Enterprise SaaS revenue hits $100B run rate, led by Microsoft and Salesforce

In its most recent report, Synergy Research, a company that monitors cloud marketshare, found that enterprise SaaS revenue passed the $100 billion run rate this quarter. The market was led by Microsoft and Salesforce.

It shouldn’t be a surprise at this point that these two enterprise powerhouses come in at the top. Microsoft reported $10.1 billion in Productivity and Business Processes revenue, which includes Office 365, the Dynamics line and LinkedIn, the company it bought in 2016 for $26.2 billion. That $10.1 billion accounted for the top spot with 17 percent

Salesforce was next with around 12%. It announced $3.74 billion in revenue in its most recent earnings statement with Service Cloud alone accounting for $1.02 billion in revenue, crossing that billion-dollar mark for the first time.

Adobe came in third, good for around 10% market share, with $2.74 billion in revenue for its most recent report. Digital Media, which includes Creative Cloud and Document Cloud, accounted for the vast majority of the revenue with $1.8 billion. SAP and Oracle complete the top companies

SaaS Q119

A growing market

While that number may seem low, given we are 20 years into the development of the SaaS market, it is still a significant milestone, not to be dismissed lightly. As Synergy pointed out, while the market feels mature, if finds that SaaS revenue still accounts for just 20 percent of the overall enterprise software market. There’s still a long way to go, showing as with the infrastructure side of the market, things change much more slowly than we imagine, and the market is growing rapidly, as the impressive growth rates show.

“While SaaS growth rate isn’t as high as IaaS (Infrastructure as a Service) and PaaS (Platform as a Service), the SaaS market is substantially bigger and it will remain so until 2023. Synergy forecasts strong growth across all SaaS segments and all geographic regions,” the company wrote in its report.

Salesforce is the only one of the top five that was actually born in the cloud. Adobe, an early desktop software company, switched to cloud in 2013. Microsoft, of course, has been a desktop stalwart for many years before embracing the cloud over the last decade. SAP and Oracle are traditional enterprise software companies, born long before the cloud was even a concept, that began transitioning when the market began shifting.

Getting to a billion

Yet in spite of being late to the game, these numbers show that the market is still dominated by the old guard enterprise software companies and how difficult it is to achieve market dominance for companies born in the cloud. Salesforce emerged 20 years ago as an early cloud adherent, but of all of the enterprise SaaS companies that were started this century only ServiceNow and WorkDay show up in the Synergy list lumped in “the next 10.”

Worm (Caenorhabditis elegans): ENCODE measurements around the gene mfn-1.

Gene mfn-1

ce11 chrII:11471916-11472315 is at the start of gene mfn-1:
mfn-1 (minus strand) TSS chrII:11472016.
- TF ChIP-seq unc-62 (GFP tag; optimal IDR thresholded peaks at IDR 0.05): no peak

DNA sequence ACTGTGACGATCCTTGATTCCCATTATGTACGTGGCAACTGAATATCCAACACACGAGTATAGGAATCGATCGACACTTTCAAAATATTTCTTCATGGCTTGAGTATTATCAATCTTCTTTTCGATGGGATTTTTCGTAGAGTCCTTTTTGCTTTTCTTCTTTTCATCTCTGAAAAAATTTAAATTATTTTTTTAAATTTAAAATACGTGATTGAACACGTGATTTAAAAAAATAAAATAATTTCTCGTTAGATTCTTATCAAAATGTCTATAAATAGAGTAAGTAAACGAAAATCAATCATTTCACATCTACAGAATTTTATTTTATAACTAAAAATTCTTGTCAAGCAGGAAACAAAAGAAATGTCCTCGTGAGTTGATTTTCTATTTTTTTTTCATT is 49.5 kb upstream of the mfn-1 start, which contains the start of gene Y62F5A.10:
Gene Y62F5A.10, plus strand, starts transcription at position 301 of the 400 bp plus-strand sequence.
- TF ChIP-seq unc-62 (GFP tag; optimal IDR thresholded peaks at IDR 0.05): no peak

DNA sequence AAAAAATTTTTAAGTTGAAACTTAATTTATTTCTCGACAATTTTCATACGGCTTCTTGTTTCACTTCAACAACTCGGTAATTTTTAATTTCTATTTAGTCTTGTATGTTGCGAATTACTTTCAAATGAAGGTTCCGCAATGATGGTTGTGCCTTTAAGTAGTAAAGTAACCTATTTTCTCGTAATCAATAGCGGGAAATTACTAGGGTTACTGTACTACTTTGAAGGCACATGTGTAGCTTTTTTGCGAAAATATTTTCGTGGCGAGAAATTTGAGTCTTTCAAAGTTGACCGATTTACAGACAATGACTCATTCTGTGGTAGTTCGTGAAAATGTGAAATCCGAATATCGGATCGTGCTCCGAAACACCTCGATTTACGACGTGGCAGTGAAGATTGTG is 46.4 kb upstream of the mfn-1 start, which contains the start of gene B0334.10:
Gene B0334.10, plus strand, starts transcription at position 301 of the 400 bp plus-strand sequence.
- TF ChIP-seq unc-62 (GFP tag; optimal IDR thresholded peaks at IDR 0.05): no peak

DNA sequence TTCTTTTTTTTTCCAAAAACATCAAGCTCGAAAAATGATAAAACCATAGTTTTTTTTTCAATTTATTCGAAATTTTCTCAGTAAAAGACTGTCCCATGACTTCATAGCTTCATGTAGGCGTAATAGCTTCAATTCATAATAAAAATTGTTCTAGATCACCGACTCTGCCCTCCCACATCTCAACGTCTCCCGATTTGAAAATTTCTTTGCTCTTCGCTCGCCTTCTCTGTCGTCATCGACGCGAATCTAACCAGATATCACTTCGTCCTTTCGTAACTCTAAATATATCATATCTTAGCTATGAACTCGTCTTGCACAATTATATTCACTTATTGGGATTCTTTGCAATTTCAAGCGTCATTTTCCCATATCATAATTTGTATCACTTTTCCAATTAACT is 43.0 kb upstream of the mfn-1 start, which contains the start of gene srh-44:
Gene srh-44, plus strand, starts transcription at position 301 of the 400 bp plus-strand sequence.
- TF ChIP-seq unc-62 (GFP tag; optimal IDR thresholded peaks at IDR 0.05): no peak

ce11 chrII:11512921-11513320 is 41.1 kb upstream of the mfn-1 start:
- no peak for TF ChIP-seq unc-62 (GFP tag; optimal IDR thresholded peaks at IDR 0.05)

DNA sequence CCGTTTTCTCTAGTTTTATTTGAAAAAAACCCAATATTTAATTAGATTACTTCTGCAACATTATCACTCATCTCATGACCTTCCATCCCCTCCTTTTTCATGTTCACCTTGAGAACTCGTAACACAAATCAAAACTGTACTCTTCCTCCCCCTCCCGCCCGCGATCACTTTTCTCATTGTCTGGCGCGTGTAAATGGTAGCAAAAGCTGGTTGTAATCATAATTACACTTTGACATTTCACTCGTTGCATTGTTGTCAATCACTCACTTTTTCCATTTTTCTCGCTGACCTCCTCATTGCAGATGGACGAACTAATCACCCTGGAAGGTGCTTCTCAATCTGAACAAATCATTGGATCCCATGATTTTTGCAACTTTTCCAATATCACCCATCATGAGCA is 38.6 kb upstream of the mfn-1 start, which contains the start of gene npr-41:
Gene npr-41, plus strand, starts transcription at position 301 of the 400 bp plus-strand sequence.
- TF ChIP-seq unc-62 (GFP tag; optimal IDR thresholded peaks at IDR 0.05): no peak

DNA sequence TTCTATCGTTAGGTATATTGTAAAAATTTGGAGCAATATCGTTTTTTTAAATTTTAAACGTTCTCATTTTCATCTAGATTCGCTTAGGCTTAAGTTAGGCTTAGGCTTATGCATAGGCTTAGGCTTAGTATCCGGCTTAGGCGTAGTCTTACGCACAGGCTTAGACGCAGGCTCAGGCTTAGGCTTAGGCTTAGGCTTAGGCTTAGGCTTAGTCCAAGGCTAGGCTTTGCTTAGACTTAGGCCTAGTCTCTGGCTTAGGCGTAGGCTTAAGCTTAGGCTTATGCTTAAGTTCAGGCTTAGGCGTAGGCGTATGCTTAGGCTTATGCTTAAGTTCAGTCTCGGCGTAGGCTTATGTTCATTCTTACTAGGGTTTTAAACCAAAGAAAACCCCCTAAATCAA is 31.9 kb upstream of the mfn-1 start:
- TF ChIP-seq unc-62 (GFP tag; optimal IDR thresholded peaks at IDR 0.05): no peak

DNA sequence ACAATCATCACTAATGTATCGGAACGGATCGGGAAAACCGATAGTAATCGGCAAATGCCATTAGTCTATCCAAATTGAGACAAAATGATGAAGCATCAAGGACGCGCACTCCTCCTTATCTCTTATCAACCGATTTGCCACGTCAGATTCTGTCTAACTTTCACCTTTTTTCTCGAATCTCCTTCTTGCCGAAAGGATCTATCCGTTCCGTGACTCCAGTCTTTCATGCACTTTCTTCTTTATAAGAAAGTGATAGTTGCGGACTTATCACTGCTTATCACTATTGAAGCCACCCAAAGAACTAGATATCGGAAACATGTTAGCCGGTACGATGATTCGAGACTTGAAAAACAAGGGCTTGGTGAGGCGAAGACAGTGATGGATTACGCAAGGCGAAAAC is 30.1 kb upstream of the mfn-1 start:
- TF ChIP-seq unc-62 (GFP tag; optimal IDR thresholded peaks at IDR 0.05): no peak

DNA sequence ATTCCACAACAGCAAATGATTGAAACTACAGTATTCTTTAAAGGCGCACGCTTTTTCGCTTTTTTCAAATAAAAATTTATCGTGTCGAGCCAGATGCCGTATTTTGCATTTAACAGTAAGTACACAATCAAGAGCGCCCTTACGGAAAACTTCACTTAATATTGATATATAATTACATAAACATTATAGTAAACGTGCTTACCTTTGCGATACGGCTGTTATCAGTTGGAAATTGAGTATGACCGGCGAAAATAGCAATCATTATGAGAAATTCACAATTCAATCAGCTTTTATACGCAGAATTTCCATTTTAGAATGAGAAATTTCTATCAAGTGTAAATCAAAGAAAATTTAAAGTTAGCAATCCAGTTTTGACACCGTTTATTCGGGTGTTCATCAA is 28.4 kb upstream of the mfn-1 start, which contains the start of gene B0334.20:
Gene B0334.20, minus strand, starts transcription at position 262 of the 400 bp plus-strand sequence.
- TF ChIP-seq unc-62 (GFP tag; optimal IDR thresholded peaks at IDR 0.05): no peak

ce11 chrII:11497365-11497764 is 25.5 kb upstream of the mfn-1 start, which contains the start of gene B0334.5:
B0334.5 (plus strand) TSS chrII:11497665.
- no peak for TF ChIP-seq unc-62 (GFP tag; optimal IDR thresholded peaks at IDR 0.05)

That’s not to say there aren’t SaaS companies making some serious money, just not quite as much as the top players to this point. Jason Lemkin, CEO and founder at SaaStr, a company that invests in and supports enterprise SaaS companies, says a lot of companies are close to that $1 billion goal than you might think, and he’s optimistic that we are going to see more.

“We will have at least 100 companies top $1 billion in ARR, probably many more. It is just math. Almost everyone IPO’ing [SaaS company] has 120-140% revenue retention. That will compound $100 million or $200 million to $1 billion. The only question is when,” he told TechCrunch.

SaaS revenue numbers by company

Chart courtesy of SaasStr

He adds that annualized numbers are very close behind ARR numbers and it won’t take long to catch up. Yet as we have seen with some of the companies on this list, it’s still not easy to get there.

It’s hard to develop a billion dollar SaaS company, and it takes time and patience, and perhaps some strategic acquisitions to get there, but the market trajectory continues to move upward. It will likely only grow stronger as more companies move to software in the cloud, and that bodes well for many of the players in this market, even those that didn’t show up on Synergy’s chart.


We’re talking Kubernetes at TC Sessions: Enterprise with Google’s Aparna Sinha and VMware’s Craig McLuckie

Over the past five years, Kubernetes has grown from a project inside of Google to an open source powerhouse with an ecosystem of products and services, attracting billions of dollars in venture investment. In fact, we’ve already seen some successful exits, including one from one of our panelists.

On September 5th at TC Sessions: Enterprise, we’re going to be discussing the rise of Kubernetes with two industry veterans. For starters we have Aparna Sinha, director of product management for Kubernetes and the newly announced Anthos product. Sinha was in charge of several early Kubernetes releases and has worked on the Kubernetes team at Google since 2016. Prior to joining Google, she had 15 years experience in enterprise software settings.